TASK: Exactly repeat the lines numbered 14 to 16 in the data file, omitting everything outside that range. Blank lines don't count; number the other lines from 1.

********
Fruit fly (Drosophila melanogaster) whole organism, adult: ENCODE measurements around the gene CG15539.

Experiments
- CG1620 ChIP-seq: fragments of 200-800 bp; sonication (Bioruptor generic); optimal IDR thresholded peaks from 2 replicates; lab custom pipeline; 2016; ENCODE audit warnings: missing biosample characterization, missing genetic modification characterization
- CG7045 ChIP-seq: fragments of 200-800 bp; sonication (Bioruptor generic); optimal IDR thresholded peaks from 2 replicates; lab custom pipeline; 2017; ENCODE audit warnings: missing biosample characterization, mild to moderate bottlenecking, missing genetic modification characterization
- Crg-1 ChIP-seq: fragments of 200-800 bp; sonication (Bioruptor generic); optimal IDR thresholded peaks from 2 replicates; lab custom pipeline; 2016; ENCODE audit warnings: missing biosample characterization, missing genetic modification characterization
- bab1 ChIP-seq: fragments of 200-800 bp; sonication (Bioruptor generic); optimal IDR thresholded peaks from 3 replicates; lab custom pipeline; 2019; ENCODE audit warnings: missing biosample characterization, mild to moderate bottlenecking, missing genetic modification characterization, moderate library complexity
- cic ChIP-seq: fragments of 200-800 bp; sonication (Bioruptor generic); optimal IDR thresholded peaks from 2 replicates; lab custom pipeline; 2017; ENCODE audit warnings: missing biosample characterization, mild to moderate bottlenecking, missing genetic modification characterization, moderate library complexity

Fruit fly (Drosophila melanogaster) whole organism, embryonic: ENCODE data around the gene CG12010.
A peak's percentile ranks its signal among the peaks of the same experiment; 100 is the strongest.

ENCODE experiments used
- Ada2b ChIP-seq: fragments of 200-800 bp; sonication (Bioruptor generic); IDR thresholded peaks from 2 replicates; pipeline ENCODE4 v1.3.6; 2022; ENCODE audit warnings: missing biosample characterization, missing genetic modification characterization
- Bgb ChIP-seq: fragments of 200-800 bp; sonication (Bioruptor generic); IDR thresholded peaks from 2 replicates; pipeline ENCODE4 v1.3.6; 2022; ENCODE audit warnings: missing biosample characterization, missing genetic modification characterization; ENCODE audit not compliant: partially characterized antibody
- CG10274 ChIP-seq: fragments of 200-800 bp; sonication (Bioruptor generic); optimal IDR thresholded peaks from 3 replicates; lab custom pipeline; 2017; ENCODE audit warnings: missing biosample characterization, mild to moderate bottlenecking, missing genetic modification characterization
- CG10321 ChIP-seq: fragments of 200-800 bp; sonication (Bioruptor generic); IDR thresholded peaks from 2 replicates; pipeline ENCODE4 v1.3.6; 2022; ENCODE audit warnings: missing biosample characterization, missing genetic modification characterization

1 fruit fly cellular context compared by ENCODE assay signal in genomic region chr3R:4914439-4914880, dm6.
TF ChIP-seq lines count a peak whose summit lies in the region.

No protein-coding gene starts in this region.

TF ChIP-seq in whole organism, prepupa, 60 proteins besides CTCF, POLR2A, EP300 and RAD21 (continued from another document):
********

- CG10321 ChIP-seq: fragments of 200-800 bp; sonication (Bioruptor generic); IDR thresholded peaks from 2 replicates; pipeline ENCODE4 v1.3.6; 2022; ENCODE audit warnings: missing biosample characterization, missing genetic modification characterization

1 fruit fly cellular context compared by ENCODE assay signal in genomic region chr3R:4914439-4914880, dm6.
TF ChIP-seq lines count a peak whose summit lies in the region.